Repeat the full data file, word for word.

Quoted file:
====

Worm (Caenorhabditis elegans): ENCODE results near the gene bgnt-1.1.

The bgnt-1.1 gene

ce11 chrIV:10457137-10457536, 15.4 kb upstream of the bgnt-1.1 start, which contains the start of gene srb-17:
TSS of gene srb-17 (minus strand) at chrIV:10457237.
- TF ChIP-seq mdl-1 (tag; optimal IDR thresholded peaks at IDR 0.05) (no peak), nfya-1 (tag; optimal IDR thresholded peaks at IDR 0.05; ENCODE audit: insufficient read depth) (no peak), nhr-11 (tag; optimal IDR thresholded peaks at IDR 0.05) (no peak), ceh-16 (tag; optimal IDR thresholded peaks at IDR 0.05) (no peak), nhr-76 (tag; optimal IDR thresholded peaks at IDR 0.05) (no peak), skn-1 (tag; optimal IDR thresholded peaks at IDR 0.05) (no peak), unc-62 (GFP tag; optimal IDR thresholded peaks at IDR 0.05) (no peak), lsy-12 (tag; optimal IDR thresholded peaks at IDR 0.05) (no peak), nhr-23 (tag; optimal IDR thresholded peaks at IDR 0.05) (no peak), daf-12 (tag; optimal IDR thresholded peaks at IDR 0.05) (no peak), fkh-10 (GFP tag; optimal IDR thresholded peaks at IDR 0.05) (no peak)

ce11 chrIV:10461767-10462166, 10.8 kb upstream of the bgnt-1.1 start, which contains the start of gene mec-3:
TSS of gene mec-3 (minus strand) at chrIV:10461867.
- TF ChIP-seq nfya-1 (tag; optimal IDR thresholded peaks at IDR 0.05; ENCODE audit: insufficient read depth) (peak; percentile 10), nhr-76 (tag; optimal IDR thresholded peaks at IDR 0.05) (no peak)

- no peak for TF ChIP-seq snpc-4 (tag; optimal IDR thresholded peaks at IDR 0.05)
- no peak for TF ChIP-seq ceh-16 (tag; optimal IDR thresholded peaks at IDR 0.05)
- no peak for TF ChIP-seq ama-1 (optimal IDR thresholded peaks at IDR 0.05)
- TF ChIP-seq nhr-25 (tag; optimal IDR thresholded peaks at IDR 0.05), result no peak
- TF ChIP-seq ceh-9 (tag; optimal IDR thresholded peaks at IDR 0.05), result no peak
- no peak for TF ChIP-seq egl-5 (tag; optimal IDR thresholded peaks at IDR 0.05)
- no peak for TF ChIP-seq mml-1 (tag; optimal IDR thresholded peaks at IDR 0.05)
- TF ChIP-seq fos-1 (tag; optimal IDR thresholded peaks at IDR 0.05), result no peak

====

Worm (Caenorhabditis elegans): ENCODE results near the gene bgnt-1.1.

The bgnt-1.1 gene

ce11 chrIV:10457137-10457536, 15.4 kb upstream of the bgnt-1.1 start, which contains the start of gene srb-17:
TSS of gene srb-17 (minus strand) at chrIV:10457237.
- TF ChIP-seq mdl-1 (tag; optimal IDR thresholded peaks at IDR 0.05) (no peak), nfya-1 (tag; optimal IDR thresholded peaks at IDR 0.05; ENCODE audit: insufficient read depth) (no peak), nhr-11 (tag; optimal IDR thresholded peaks at IDR 0.05) (no peak), ceh-16 (tag; optimal IDR thresholded peaks at IDR 0.05) (no peak), nhr-76 (tag; optimal IDR thresholded peaks at IDR 0.05) (no peak), skn-1 (tag; optimal IDR thresholded peaks at IDR 0.05) (no peak), unc-62 (GFP tag; optimal IDR thresholded peaks at IDR 0.05) (no peak), lsy-12 (tag; optimal IDR thresholded peaks at IDR 0.05) (no peak), nhr-23 (tag; optimal IDR thresholded peaks at IDR 0.05) (no peak), daf-12 (tag; optimal IDR thresholded peaks at IDR 0.05) (no peak), fkh-10 (GFP tag; optimal IDR thresholded peaks at IDR 0.05) (no peak)

ce11 chrIV:10461767-10462166, 10.8 kb upstream of the bgnt-1.1 start, which contains the start of gene mec-3:
TSS of gene mec-3 (minus strand) at chrIV:10461867.
- TF ChIP-seq nfya-1 (tag; optimal IDR thresholded peaks at IDR 0.05; ENCODE audit: insufficient read depth) (peak; percentile 10), nhr-76 (tag; optimal IDR thresholded peaks at IDR 0.05) (no peak)

- no peak for TF ChIP-seq snpc-4 (tag; optimal IDR thresholded peaks at IDR 0.05)
- no peak for TF ChIP-seq ceh-16 (tag; optimal IDR thresholded peaks at IDR 0.05)
- no peak for TF ChIP-seq ama-1 (optimal IDR thresholded peaks at IDR 0.05)
- TF ChIP-seq nhr-25 (tag; optimal IDR thresholded peaks at IDR 0.05), result no peak
- TF ChIP-seq ceh-9 (tag; optimal IDR thresholded peaks at IDR 0.05), result no peak
- no peak for TF ChIP-seq egl-5 (tag; optimal IDR thresholded peaks at IDR 0.05)
- no peak for TF ChIP-seq mml-1 (tag; optimal IDR thresholded peaks at IDR 0.05)
- TF ChIP-seq fos-1 (tag; optimal IDR thresholded peaks at IDR 0.05), result no peak